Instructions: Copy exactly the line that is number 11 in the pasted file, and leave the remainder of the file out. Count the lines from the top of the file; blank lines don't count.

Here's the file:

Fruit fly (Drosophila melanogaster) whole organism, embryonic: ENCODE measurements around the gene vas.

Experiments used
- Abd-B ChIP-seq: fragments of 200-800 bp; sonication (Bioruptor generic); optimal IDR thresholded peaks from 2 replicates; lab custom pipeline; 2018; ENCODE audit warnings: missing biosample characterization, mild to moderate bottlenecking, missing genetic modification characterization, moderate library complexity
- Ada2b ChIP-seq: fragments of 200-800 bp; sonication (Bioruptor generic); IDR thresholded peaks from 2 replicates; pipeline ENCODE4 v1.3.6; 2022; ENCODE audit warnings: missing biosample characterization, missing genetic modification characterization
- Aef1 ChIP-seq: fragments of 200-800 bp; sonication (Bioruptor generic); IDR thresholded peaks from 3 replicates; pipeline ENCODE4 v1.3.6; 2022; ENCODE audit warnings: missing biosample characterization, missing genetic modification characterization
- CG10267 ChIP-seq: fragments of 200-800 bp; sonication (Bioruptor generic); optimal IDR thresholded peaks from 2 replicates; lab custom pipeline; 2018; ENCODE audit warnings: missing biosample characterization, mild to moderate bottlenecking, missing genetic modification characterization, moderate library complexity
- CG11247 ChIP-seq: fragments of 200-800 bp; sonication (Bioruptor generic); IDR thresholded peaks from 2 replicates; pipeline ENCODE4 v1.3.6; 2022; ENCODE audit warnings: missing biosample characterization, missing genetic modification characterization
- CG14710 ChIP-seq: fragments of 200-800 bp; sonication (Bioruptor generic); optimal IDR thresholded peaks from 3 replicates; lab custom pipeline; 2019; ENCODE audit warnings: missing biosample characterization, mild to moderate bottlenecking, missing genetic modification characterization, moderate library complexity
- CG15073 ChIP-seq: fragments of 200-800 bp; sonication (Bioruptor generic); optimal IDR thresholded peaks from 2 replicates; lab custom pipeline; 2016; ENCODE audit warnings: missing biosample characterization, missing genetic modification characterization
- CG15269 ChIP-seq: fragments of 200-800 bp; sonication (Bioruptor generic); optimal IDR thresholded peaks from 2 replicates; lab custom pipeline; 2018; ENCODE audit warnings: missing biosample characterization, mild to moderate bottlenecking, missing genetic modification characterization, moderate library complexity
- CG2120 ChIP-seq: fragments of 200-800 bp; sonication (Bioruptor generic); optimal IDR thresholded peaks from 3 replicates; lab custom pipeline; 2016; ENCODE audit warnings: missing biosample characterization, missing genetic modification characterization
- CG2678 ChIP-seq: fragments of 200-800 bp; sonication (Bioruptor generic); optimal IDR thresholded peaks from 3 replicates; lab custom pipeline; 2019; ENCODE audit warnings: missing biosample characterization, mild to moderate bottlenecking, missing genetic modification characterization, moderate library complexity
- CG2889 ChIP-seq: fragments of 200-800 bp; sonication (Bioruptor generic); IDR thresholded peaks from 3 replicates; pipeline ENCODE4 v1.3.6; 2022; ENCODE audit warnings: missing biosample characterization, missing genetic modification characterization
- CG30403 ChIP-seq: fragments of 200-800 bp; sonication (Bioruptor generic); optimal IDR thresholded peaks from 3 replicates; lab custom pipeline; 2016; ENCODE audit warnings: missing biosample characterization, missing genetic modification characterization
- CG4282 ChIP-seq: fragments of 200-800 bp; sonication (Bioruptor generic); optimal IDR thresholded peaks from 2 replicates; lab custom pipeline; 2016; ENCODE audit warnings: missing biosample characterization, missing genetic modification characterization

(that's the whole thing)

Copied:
- CG2120 ChIP-seq: fragments of 200-800 bp; sonication (Bioruptor generic); optimal IDR thresholded peaks from 3 replicates; lab custom pipeline; 2016; ENCODE audit warnings: missing biosample characterization, missing genetic modification characterization